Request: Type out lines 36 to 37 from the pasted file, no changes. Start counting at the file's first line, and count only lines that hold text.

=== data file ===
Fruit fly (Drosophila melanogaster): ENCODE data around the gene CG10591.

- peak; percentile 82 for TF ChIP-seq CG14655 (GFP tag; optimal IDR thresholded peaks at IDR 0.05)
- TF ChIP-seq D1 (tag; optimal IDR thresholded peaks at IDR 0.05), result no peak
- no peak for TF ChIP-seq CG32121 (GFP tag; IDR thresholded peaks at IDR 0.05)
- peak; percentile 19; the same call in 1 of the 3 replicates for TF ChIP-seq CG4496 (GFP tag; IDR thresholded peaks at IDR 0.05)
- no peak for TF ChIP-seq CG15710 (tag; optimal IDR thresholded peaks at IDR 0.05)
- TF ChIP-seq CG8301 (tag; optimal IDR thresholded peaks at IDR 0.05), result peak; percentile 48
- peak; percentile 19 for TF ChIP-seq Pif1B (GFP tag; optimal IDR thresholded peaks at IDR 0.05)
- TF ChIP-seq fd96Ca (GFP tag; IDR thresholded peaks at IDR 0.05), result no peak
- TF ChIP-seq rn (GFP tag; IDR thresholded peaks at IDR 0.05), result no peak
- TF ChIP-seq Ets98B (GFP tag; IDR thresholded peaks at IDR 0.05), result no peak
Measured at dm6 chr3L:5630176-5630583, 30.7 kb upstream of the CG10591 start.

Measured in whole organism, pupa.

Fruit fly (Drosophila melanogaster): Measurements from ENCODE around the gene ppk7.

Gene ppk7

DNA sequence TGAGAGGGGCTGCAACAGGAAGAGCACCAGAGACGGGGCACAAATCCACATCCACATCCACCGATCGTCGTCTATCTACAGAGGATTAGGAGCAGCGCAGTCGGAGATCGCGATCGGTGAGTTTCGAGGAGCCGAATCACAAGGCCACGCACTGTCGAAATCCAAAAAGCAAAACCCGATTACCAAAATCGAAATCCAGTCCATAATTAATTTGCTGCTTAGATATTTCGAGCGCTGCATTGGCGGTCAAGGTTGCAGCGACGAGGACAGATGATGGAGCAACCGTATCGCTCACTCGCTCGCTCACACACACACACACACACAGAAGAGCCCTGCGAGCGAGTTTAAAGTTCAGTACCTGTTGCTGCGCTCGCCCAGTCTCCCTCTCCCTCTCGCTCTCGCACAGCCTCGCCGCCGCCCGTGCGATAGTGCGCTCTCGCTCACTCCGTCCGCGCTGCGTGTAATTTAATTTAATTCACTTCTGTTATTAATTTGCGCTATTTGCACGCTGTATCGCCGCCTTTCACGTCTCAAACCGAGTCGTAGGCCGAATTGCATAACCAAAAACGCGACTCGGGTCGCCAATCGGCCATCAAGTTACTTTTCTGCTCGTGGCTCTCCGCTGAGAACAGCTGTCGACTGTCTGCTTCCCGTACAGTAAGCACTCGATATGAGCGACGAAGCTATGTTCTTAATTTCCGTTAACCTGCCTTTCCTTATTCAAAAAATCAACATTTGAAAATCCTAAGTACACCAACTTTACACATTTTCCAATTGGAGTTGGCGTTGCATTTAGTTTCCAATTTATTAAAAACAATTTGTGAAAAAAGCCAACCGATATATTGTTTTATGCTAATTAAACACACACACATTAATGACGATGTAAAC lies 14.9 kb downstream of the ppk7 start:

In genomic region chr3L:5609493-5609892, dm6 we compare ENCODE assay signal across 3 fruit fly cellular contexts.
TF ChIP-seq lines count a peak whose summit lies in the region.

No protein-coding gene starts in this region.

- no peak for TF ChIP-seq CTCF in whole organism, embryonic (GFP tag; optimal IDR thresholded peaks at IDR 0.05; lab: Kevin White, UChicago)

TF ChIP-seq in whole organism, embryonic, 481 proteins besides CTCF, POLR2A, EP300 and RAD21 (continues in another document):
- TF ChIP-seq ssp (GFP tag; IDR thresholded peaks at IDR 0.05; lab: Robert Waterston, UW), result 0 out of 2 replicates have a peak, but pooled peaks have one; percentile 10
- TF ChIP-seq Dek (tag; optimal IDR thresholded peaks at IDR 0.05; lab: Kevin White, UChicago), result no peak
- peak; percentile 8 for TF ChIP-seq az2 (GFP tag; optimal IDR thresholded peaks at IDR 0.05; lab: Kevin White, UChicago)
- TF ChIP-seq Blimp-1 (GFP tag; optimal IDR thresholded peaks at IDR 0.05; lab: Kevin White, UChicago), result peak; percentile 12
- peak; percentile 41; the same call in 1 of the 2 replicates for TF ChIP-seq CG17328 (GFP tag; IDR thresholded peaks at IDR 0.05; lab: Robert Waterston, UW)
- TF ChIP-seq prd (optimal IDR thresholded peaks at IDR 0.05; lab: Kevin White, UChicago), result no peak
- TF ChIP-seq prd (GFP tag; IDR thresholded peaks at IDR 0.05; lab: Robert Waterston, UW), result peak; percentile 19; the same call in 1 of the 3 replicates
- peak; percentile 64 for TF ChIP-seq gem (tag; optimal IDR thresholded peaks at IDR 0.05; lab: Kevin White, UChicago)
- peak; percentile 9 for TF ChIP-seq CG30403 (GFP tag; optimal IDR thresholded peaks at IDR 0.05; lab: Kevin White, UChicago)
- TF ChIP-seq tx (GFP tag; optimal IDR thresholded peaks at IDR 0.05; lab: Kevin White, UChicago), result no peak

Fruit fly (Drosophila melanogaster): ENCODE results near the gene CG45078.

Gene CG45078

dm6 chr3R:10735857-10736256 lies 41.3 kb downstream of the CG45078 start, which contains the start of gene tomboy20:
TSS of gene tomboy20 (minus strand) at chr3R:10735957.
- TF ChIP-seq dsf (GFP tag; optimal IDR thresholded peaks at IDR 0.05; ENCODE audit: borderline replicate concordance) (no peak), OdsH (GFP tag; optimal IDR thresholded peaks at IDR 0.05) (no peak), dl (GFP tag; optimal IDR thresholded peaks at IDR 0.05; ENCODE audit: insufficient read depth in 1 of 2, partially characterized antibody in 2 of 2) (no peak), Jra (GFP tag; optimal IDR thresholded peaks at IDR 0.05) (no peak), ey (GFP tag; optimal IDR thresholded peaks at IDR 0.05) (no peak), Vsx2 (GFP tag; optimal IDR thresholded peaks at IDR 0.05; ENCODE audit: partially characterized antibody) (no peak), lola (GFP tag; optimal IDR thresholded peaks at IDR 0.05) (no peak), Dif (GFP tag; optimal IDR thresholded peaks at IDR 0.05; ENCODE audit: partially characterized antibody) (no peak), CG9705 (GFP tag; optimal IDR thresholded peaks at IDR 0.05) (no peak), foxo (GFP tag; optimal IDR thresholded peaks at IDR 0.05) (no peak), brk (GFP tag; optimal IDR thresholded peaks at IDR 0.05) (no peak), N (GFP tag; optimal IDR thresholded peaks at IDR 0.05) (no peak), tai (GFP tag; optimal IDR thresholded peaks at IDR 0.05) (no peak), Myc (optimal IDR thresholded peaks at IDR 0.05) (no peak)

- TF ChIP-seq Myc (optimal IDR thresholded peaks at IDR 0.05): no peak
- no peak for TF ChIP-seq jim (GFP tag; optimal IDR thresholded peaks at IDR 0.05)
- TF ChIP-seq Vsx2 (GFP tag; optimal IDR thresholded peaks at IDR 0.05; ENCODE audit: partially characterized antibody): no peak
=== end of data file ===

- TF ChIP-seq dsf (GFP tag; optimal IDR thresholded peaks at IDR 0.05; ENCODE audit: borderline replicate concordance) (no peak), OdsH (GFP tag; optimal IDR thresholded peaks at IDR 0.05) (no peak), dl (GFP tag; optimal IDR thresholded peaks at IDR 0.05; ENCODE audit: insufficient read depth in 1 of 2, partially characterized antibody in 2 of 2) (no peak), Jra (GFP tag; optimal IDR thresholded peaks at IDR 0.05) (no peak), ey (GFP tag; optimal IDR thresholded peaks at IDR 0.05) (no peak), Vsx2 (GFP tag; optimal IDR thresholded peaks at IDR 0.05; ENCODE audit: partially characterized antibody) (no peak), lola (GFP tag; optimal IDR thresholded peaks at IDR 0.05) (no peak), Dif (GFP tag; optimal IDR thresholded peaks at IDR 0.05; ENCODE audit: partially characterized antibody) (no peak), CG9705 (GFP tag; optimal IDR thresholded peaks at IDR 0.05) (no peak), foxo (GFP tag; optimal IDR thresholded peaks at IDR 0.05) (no peak), brk (GFP tag; optimal IDR thresholded peaks at IDR 0.05) (no peak), N (GFP tag; optimal IDR thresholded peaks at IDR 0.05) (no peak), tai (GFP tag; optimal IDR thresholded peaks at IDR 0.05) (no peak), Myc (optimal IDR thresholded peaks at IDR 0.05) (no peak)

- TF ChIP-seq Myc (optimal IDR thresholded peaks at IDR 0.05): no peak